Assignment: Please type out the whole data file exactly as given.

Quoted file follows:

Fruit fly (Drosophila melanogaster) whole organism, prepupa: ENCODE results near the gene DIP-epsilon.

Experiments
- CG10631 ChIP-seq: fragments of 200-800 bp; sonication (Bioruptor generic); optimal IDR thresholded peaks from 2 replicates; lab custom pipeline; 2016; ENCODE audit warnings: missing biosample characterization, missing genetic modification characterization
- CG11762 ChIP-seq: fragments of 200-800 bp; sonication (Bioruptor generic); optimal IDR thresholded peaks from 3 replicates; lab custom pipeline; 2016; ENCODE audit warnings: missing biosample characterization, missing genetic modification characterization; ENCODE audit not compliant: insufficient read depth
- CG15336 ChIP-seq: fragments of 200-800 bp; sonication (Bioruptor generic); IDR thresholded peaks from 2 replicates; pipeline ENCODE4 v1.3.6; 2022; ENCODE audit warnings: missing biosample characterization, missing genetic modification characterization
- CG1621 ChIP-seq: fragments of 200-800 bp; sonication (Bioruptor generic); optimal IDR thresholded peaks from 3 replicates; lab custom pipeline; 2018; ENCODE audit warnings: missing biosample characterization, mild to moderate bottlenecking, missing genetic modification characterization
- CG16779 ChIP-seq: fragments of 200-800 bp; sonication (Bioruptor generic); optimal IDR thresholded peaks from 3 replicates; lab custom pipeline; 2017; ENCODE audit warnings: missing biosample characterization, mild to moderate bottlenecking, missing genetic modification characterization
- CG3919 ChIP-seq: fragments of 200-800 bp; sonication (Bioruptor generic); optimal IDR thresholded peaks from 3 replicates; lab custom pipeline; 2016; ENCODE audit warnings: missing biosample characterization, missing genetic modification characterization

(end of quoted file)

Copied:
Fruit fly (Drosophila melanogaster) whole organism, prepupa: ENCODE results near the gene DIP-epsilon.

Experiments
- CG10631 ChIP-seq: fragments of 200-800 bp; sonication (Bioruptor generic); optimal IDR thresholded peaks from 2 replicates; lab custom pipeline; 2016; ENCODE audit warnings: missing biosample characterization, missing genetic modification characterization
- CG11762 ChIP-seq: fragments of 200-800 bp; sonication (Bioruptor generic); optimal IDR thresholded peaks from 3 replicates; lab custom pipeline; 2016; ENCODE audit warnings: missing biosample characterization, missing genetic modification characterization; ENCODE audit not compliant: insufficient read depth
- CG15336 ChIP-seq: fragments of 200-800 bp; sonication (Bioruptor generic); IDR thresholded peaks from 2 replicates; pipeline ENCODE4 v1.3.6; 2022; ENCODE audit warnings: missing biosample characterization, missing genetic modification characterization
- CG1621 ChIP-seq: fragments of 200-800 bp; sonication (Bioruptor generic); optimal IDR thresholded peaks from 3 replicates; lab custom pipeline; 2018; ENCODE audit warnings: missing biosample characterization, mild to moderate bottlenecking, missing genetic modification characterization
- CG16779 ChIP-seq: fragments of 200-800 bp; sonication (Bioruptor generic); optimal IDR thresholded peaks from 3 replicates; lab custom pipeline; 2017; ENCODE audit warnings: missing biosample characterization, mild to moderate bottlenecking, missing genetic modification characterization
- CG3919 ChIP-seq: fragments of 200-800 bp; sonication (Bioruptor generic); optimal IDR thresholded peaks from 3 replicates; lab custom pipeline; 2016; ENCODE audit warnings: missing biosample characterization, missing genetic modification characterization